I’m a Special Education Attorney always looking for ideas for my Blog. I have been speaking with Immigration Law Attorneys about what educational issues would be most relevant to their clients. Given the current political climate, I thought it would be helpful to explore the rights of children of undocumented parents from an educational perspective. My expertise is in ensuring that students with disabilities are afforded the necessary supports and services required by state and federal law. Advocates for Children of New York, an excellent organization, has put together a list of rights for children of undocumented parents, much of which I discuss below.
Parents are understandably nervous. And when they see articles like this: (Federal Agents Visit Queens School), they may come to you with panicked questions. Recently, immigration agents tried to search for a fourth-grader at a Queens school, but school staff would have none of that. The agents did not have a warrant and could get no further than the front security desk. A spokesperson for the federal agency who sent the agents said they were only trying to determine if a student was enrolled in order for the parent to qualify for an “immigrant benefit.” This incident comes two months after New York City officials ordered school employees to bar immigration officers from entering their schools without warrants. The City has been sending a strong message regarding these issues.
It should be noted that the Supreme Court weighed in on this issue back in 1982 when it ruled that states cannot constitutionally deny students a free public education on account of their immigration status. It’s important to understand what the laws are today. First of all, school staff cannot ask students or their parents about their immigration status. Federal policy, specifically that issued by Homeland Security, limits immigration enforcement efforts at certain sensitive locations, such as schools, hospitals, and places of worship. As stated earlier, in New York City, federal agents, including immigration and Customs Enforcement (ICE), are not permitted to enter schools, except when absolutely required by law (and a warrant is required in those situations). If an immigration official goes to a school, she must wait outside the building while the principal consults with Department of Education (DOE) lawyers. School districts in many states are passing similar resolutions protecting undocumented students and their families. Among them are Denver, Pittsburgh, Houston, Eugene (Oregon), Austin, Los Angeles, and Santa Fe. A quick Google search will often point you in the right direction for policies in the school districts you clients are in.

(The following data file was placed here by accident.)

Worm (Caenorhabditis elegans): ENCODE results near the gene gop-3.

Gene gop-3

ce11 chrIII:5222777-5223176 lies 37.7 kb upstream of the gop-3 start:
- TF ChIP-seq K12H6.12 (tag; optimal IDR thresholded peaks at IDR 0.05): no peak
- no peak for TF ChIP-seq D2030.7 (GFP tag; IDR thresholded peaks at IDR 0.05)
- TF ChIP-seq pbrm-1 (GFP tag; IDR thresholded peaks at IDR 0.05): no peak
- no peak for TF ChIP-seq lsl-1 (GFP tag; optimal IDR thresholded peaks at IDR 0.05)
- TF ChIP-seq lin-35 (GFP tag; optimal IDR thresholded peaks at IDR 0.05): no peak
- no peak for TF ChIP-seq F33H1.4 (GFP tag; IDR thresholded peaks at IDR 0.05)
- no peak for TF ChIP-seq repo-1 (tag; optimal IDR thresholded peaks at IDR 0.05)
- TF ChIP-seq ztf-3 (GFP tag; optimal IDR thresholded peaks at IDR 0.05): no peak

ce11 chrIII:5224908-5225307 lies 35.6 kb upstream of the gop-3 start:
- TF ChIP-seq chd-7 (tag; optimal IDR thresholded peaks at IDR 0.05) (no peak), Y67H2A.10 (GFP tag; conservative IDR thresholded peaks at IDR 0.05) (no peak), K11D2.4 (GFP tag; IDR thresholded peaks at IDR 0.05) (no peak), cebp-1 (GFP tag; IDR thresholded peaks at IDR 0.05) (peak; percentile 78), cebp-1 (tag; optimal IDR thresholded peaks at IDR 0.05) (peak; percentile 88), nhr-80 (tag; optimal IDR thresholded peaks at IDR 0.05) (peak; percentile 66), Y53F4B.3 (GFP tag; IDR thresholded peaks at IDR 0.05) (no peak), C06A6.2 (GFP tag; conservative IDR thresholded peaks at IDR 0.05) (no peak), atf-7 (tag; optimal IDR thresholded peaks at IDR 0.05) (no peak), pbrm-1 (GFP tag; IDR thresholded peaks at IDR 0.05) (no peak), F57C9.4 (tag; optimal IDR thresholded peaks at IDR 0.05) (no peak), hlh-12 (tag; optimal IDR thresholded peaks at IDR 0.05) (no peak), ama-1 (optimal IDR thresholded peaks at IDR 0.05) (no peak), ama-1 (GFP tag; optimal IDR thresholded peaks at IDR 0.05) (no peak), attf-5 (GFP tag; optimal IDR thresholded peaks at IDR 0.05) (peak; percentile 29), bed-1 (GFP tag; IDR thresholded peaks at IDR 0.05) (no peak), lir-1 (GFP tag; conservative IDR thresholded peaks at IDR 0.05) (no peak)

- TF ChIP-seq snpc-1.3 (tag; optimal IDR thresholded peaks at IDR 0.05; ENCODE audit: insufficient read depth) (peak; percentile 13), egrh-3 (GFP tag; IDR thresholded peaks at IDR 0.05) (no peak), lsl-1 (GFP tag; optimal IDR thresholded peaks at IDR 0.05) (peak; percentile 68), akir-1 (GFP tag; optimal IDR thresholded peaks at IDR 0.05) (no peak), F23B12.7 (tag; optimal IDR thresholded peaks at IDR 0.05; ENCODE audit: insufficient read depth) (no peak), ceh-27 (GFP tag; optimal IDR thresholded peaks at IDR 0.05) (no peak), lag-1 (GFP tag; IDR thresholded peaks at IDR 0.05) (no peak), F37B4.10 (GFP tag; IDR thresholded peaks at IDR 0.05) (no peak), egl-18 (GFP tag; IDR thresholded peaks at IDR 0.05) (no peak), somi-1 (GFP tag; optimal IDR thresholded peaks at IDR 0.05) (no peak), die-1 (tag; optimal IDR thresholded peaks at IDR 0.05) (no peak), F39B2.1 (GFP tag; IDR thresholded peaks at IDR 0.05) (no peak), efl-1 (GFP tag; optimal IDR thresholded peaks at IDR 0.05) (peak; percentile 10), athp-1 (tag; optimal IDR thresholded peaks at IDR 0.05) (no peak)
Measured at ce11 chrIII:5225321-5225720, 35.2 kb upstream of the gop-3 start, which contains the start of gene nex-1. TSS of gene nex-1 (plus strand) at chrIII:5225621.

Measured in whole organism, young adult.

The DOE will not release information from student records to immigration officers unless absolutely required by law. Undocumented parents and students have the same rights under federal law, namely the Family Educational Rights and Privacy Act (FERPA), as do other families. Even if a student or his parents are undocumented, the student still has the right to receive ALL school services, including special education supports and services.
Under federal law, bullying, harassment, and discrimination based on race, national origin, immigration status, or religion are NOT allowed in schools. Students and parents have the right to make formal complaints and cannot be punished for doing so. I should note that these rights are easier to enforce for children with disabilities. In some instances, parents/students may even have a private claim against their school districts should they retaliate against them for exercising these rights.
How many children are affected? According to a Pew Research Center’s Hispanic Trends Project, 6.9% of K-12 students had parents who were illegal immigrants in 2012, with Nevada leading the states with 17.7%, followed by California (13.2%), Texas (13.1%), and Arizona (11.0%). New York is at 5.5%. Approximately 1.4% of all students were undocumented themselves.
Hopefully this information provides a little more clarity on the rights these vulnerable children have. Of course this is all subject to change depending upon the current Administration. If you have any questions, whether about these issues or issues related to Special Education, feel free to reach out to me at Lloyd@SpecialEdLegalInfo.com. Also, I’d love to hear suggestions for future posts.